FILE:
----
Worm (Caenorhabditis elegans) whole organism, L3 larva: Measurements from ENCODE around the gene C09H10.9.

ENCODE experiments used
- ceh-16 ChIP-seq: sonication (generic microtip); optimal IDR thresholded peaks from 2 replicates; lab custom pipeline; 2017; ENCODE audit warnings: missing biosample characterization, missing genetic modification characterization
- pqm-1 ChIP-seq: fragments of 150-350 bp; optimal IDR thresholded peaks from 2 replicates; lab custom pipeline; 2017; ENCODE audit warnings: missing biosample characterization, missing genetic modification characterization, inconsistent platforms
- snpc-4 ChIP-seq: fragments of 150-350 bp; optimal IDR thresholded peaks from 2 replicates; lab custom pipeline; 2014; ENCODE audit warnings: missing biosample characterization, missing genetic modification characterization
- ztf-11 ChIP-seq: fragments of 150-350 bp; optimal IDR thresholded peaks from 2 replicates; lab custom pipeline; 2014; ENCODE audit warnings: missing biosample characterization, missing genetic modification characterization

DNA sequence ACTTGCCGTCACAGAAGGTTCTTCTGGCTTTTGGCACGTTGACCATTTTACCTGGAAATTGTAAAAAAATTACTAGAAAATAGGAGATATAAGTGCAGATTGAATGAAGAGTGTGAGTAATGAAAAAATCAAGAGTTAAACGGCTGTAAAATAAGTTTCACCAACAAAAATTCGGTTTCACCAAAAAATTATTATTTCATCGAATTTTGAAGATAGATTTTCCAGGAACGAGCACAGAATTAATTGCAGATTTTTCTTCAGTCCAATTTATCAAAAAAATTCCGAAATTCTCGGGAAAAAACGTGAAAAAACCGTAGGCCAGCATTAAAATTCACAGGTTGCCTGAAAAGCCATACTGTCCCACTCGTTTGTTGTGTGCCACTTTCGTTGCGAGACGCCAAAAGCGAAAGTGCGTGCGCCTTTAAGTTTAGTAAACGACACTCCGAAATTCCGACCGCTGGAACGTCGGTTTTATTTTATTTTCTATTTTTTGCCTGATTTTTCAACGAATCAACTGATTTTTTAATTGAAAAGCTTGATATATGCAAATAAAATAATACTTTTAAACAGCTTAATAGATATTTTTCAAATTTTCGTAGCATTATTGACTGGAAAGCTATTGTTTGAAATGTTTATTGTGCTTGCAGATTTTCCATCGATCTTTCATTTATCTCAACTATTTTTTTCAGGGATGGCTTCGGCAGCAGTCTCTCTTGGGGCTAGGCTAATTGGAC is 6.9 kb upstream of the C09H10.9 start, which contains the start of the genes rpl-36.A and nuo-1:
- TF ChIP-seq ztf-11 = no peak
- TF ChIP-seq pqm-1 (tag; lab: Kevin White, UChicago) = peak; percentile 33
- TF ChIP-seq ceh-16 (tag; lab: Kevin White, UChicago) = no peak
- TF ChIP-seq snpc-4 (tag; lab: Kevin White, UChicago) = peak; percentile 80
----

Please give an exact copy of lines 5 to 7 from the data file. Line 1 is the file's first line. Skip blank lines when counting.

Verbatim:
- snpc-4 ChIP-seq: fragments of 150-350 bp; optimal IDR thresholded peaks from 2 replicates; lab custom pipeline; 2014; ENCODE audit warnings: missing biosample characterization, missing genetic modification characterization
- ztf-11 ChIP-seq: fragments of 150-350 bp; optimal IDR thresholded peaks from 2 replicates; lab custom pipeline; 2014; ENCODE audit warnings: missing biosample characterization, missing genetic modification characterization

DNA sequence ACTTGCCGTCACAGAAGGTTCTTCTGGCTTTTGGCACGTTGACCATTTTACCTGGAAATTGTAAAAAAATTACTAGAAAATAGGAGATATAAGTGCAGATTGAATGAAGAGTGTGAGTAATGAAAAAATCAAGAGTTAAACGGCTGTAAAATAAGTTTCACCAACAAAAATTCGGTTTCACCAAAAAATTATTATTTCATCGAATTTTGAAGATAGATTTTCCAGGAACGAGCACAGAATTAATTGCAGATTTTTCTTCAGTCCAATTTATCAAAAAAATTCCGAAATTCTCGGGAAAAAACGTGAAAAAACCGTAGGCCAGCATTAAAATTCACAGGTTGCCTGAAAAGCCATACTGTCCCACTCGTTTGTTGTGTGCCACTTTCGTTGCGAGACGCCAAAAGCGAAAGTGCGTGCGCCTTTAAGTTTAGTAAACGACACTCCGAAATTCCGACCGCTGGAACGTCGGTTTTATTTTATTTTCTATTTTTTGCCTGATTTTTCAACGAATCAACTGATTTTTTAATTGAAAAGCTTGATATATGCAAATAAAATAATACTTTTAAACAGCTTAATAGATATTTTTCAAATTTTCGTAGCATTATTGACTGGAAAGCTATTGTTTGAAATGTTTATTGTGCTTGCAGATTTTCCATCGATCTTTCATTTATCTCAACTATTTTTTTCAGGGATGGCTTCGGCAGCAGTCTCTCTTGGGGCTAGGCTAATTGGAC is 6.9 kb upstream of the C09H10.9 start, which contains the start of the genes rpl-36.A and nuo-1: